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Applying scientific rigour to improve equity and access to TB services

Squire, Bertie ORCID: https://orcid.org/0000-0001-7173-9038 (2012) 'Applying scientific rigour to improve equity and access to TB services'. Public Service Review: UK Science and Tec, Vol 6, pp. 168-169.

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Abstract

Poverty is a loaded term, but it has defined the global approach to health within the Millennium Development Goals that are to be met by 2015. In this article we use the term 'poor' to refer to a range of disadvantage (not just income poverty) including a lack of material wellbeing, of infrastructure, and of power and voice. Different tools are used to measure this poverty, including both qualitative measures such as social ranking, and quantitative measures such as asset scores. These tools give proxy measures by which poor and non-poor women, men, girls and boys can be described in different contexts.

It is well recognised that the risk of developing tuberculosis (TB) is greater among the poor than among the non-poor. Less obvious is the fact that the converse relationship is also important. TB itself diminishes the livelihoods of affected individuals both through the lost productivity associated with chronic ill health and through the direct and indirect costs incurred by patients in their pathway to diagnosis, treatment, and cure.1 The concept of a pathway to TB cure is illustrated in Fig.1. This illustrates two concepts that underpin this article.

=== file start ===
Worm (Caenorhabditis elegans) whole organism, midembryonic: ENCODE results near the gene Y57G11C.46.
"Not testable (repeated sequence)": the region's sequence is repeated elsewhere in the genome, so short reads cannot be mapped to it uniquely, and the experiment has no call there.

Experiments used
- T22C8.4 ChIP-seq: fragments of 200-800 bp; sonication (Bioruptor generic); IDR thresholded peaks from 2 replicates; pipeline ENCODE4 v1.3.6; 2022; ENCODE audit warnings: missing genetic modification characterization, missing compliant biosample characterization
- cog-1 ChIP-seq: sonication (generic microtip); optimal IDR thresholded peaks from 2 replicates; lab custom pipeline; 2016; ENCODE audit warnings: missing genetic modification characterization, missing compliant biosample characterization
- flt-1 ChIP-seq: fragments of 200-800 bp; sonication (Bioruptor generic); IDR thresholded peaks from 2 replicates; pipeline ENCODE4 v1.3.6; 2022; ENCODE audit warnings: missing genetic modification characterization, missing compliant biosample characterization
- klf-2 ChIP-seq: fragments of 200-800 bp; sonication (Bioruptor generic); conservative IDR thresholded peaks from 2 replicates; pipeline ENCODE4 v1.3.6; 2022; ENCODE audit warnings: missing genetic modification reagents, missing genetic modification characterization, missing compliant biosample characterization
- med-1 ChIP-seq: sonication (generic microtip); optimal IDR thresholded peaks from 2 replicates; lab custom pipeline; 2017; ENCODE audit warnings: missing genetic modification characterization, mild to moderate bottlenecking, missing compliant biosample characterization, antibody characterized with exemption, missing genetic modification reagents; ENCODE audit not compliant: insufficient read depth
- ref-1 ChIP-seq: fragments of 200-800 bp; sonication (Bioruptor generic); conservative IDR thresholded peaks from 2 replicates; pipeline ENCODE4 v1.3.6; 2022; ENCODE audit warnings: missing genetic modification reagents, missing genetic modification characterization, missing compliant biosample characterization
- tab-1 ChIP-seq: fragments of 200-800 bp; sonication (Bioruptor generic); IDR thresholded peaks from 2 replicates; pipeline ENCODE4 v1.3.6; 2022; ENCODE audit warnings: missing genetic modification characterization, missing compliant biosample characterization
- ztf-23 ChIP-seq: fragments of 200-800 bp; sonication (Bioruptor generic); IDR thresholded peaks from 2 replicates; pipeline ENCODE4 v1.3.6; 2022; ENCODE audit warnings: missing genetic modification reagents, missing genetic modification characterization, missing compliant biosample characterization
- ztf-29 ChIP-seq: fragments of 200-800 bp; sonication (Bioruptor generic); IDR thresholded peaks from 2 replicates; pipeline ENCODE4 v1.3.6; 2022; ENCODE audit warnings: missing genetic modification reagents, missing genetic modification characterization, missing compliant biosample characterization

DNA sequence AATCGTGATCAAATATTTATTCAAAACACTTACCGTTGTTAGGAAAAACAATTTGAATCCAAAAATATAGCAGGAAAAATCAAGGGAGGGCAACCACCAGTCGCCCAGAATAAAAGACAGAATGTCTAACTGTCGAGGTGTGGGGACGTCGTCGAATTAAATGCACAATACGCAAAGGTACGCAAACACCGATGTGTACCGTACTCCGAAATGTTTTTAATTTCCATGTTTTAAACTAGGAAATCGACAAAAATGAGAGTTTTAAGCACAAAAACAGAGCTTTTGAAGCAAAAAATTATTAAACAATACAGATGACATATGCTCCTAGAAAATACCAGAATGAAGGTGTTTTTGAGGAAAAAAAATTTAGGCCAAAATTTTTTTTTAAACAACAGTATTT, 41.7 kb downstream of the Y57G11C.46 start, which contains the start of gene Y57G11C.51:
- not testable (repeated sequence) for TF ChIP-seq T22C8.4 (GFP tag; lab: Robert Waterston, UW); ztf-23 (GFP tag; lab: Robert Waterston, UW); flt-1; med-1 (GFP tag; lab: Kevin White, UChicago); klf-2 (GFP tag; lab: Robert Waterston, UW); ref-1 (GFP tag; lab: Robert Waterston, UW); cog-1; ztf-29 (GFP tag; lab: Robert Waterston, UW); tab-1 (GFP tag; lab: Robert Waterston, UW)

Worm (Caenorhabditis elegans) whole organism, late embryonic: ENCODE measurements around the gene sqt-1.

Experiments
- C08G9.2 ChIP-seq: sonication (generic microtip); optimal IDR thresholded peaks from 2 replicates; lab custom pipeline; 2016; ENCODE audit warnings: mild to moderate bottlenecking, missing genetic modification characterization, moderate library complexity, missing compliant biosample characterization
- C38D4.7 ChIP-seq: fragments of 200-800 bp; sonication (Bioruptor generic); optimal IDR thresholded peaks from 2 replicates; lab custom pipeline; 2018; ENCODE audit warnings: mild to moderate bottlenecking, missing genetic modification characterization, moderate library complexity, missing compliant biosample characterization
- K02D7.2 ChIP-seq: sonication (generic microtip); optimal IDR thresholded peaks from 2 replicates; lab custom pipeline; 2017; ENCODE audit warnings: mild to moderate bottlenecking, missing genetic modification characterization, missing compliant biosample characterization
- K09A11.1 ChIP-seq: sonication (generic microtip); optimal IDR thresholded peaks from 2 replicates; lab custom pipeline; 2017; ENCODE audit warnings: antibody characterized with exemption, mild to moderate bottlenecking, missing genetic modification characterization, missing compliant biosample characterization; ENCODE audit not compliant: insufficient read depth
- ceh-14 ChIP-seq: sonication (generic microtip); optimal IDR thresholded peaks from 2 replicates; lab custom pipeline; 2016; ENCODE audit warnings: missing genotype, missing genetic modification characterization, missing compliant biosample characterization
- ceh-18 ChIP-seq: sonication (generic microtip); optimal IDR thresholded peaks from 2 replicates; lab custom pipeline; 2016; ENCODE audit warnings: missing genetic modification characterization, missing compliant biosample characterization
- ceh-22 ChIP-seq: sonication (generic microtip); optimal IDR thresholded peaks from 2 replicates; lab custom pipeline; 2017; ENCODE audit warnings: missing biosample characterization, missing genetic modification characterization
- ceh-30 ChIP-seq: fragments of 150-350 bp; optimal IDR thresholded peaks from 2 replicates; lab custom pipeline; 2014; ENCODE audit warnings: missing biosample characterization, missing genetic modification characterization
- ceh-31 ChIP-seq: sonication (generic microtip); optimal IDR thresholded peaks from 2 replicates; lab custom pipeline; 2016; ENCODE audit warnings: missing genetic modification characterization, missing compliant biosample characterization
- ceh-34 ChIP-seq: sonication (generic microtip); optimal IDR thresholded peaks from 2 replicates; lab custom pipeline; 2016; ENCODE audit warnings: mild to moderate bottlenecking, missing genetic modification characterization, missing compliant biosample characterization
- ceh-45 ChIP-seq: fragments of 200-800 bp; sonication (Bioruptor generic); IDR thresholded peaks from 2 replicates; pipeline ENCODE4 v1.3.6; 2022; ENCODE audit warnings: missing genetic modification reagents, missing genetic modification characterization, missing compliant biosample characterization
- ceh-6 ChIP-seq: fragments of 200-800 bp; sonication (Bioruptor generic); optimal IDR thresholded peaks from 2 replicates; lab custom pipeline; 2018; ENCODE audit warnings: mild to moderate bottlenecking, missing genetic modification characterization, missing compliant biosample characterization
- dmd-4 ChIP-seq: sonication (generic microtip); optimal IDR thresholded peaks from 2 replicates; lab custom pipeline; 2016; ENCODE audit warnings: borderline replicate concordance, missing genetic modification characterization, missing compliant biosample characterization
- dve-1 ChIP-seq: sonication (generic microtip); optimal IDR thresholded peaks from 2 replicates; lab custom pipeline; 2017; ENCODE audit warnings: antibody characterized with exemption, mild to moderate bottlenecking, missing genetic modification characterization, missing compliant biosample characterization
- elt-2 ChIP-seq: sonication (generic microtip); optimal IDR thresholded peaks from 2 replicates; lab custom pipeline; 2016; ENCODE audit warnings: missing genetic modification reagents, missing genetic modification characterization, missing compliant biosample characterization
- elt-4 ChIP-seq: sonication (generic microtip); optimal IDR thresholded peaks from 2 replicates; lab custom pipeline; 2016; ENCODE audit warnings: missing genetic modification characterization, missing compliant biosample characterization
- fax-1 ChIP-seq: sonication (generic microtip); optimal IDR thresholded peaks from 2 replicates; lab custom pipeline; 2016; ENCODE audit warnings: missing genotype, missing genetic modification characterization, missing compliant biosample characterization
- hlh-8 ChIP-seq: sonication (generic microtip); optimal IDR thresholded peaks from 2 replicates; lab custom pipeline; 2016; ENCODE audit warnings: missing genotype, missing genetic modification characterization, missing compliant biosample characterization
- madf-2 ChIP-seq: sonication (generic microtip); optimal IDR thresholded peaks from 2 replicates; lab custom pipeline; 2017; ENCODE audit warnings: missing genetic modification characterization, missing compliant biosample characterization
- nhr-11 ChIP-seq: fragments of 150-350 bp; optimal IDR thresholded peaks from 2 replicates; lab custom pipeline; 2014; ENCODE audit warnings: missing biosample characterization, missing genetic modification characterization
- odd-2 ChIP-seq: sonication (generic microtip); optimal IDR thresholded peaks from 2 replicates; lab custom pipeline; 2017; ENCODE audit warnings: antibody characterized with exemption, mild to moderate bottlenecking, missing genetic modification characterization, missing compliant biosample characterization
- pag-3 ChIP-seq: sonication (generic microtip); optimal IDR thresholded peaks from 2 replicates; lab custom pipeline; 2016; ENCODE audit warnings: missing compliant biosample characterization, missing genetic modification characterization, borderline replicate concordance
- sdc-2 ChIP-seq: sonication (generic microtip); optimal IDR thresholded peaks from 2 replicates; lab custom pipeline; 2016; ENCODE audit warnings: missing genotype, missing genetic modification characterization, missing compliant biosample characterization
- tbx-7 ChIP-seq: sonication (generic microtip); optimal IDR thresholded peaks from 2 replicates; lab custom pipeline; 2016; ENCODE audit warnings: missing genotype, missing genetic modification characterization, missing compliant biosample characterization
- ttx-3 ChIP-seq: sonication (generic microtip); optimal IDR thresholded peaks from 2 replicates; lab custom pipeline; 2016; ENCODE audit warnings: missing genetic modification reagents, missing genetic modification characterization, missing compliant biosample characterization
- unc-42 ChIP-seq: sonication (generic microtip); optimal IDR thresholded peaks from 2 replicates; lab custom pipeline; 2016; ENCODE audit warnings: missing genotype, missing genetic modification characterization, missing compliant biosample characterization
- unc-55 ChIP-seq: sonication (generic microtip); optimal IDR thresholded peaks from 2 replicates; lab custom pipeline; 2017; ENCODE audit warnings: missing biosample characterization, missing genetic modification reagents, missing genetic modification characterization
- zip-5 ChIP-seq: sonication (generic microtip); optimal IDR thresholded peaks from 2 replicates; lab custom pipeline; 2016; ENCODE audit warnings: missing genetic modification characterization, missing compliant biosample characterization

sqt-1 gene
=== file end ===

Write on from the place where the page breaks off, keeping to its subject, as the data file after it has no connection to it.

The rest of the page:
First, the majority of TB cases arising in the community are poor. Second, the poor face barriers that affect them more than they affect the non-poor as they proceed along the pathway. The result is that poorer patients tend to 'drop out' of the pathway while non-poor patients tend to follow the pathway through to a successful conclusion. The extent of the drop-out or delay illustrated for each stage of the pathway is hypothetical, and will vary according to local context.

The actual pathways followed by patients are complex. Many are characterised by delays and by repeated visits to multiple care providers, which are costly to patients in terms of time and resources and can serve to increase the drop-out rate at each stage.

Item Type: Article
Subjects: WA Public Health > WA 30 Socioeconomic factors in public health (General)
WF Respiratory System > Tuberculosis > WF 200 Tuberculosis (General)
Faculty: Department: Groups (2002 - 2012) > Clinical Group
Depositing User: Helen Rigby
Date Deposited: 23 Jul 2012 15:27
Last Modified: 06 Feb 2018 13:04
URI: http://archive.lstmed.ac.uk/id/eprint/2867

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